There are two types of Aesus Premier Shrink sleeving machines: the Premier Shrink LB that uses a linear blade to cut the sleeve after it has been placed over the container or onto the container neck for neck bands; and the Premier Shrink MB as purchased by Sessions Craft Canning, where multiple blades spin around the mandrel to part the sleeve before application to the neck or container, which then quickly plunges the sleeve onto the container or neck of the product.
While the Premier Shrink SB has a top speed of 120 cans per minute, “The Premier Shrink MB has been designed by Aesus to provide an intermediate speed system that can operate as slow as 60 cans per minute up to 250 cans per minute,” says Rogowsky.
“Following the lead of West Coast Canning, we are finding that our optimal speed at this time to be around 200 cans per minute,” he continues.
Providing tremendous accuracy to cut the sleeves, the Premier Shrink systems use servo feed mechanisms and multiple servo knives, according to Aesus.
When the container is underneath the mandrel, the Premier Shrink MB’s servo-controlled feed system spins the sleeve down onto the container.
Because the sleeves are not released until they are on the container, static electricity that could cause the sleeves to crumple as they are applied, is not in play.
“We really like this sleeving system from Aesus,” states Rogowsky. “It’s very easy to set up for new jobs, and we’ve become pretty adept at adjusting the steam controls to ensure a perfect graphic application on the cans.”
Providing the plastic shrink sleeve film is Montreal-based IMS (Identification Multi Solutions), a product identification solutions provider since 1958 that designs and manufactures printed products for a diverse field of industry segments.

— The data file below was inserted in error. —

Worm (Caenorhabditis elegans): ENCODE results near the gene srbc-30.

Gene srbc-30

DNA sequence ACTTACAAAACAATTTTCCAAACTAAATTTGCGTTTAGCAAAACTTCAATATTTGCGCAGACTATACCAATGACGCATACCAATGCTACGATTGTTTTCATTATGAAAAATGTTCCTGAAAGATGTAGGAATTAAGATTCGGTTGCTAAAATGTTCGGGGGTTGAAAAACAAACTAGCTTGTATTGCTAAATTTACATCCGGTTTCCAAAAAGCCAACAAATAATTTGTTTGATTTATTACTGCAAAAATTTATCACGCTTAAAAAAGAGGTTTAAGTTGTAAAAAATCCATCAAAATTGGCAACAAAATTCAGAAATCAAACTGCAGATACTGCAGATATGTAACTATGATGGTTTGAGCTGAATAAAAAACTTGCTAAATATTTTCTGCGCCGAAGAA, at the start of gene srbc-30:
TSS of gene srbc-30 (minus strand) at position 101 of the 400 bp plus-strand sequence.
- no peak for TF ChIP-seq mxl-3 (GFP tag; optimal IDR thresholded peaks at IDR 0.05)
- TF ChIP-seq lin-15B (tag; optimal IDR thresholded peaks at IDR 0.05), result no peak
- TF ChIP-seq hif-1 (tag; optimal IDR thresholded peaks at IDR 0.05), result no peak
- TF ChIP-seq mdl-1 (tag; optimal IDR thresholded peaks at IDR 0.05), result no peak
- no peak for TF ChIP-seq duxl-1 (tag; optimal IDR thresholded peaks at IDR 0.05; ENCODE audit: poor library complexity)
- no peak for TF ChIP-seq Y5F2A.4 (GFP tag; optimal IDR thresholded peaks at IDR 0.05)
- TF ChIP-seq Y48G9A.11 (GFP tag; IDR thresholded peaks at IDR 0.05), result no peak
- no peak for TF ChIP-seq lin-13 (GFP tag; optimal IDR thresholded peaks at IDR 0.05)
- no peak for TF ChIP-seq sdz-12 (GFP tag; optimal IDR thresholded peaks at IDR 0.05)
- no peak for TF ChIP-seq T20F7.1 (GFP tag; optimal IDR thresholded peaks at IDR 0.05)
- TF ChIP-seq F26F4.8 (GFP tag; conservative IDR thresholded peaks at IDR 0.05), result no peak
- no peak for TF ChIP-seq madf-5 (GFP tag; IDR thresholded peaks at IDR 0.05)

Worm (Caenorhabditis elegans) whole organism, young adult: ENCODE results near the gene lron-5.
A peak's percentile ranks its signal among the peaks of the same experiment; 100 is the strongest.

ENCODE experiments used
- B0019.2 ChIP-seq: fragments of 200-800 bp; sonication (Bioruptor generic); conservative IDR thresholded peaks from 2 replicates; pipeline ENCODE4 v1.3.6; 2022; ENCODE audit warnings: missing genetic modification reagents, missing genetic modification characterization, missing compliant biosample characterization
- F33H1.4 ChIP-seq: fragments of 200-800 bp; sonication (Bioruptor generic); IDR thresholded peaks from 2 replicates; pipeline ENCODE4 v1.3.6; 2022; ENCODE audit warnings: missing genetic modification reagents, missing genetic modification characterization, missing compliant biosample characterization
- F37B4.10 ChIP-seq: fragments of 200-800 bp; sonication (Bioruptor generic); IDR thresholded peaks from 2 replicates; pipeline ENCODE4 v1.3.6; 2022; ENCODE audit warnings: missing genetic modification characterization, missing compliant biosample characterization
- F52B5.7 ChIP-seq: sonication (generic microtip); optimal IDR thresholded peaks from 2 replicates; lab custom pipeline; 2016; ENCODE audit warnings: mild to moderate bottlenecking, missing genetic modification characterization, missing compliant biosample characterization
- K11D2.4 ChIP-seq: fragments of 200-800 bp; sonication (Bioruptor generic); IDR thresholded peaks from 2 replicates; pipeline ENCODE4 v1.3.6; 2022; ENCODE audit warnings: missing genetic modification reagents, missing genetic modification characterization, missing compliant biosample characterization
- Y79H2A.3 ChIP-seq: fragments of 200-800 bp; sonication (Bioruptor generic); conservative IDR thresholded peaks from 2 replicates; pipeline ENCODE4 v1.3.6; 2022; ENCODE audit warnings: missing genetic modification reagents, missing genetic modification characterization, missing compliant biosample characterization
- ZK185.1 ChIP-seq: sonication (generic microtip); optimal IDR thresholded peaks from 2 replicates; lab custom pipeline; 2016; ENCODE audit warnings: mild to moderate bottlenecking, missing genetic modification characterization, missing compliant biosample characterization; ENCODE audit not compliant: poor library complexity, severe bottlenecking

The company offers a sweeping range of shrink sleeve printing services, including digital, flexographic and rotogravure to help achieve whatever aesthetic aspects the customer is looking for, while also being flexible enough to print any volume of high-quality label needed—a huge boon for craft breweries who tend to specialize in low-run beer products.
“IMS has been our sleeving partner from the get-go,” says Rogowsky, “and we couldn’t be happier with the product they supply to us for our customers.”
Used with the Aesus line, Rogowsky says they are able to get a nice soft seam that is tight to the top, while providing vibrant colors, all of which play a crucial aspect of a great shrink sleeve can.
“One of things we can offer that other label providers can not, is that all of the employees at Sessions Craft Canning actually care about the craft beer industry,” he relates.
Summing up, Rogowsky is extremely optimistic about Sessions Craft Canning and its future growth within the craft beer and cidery market.
“I really enjoy the sleeving and sales of pre-printed cans that we are able to offer the ever-changing craft brewer,” he says. “And along with the continued growth of our mobile canning operations both here in Toronto and Ottawa areas, the future looks very bright.”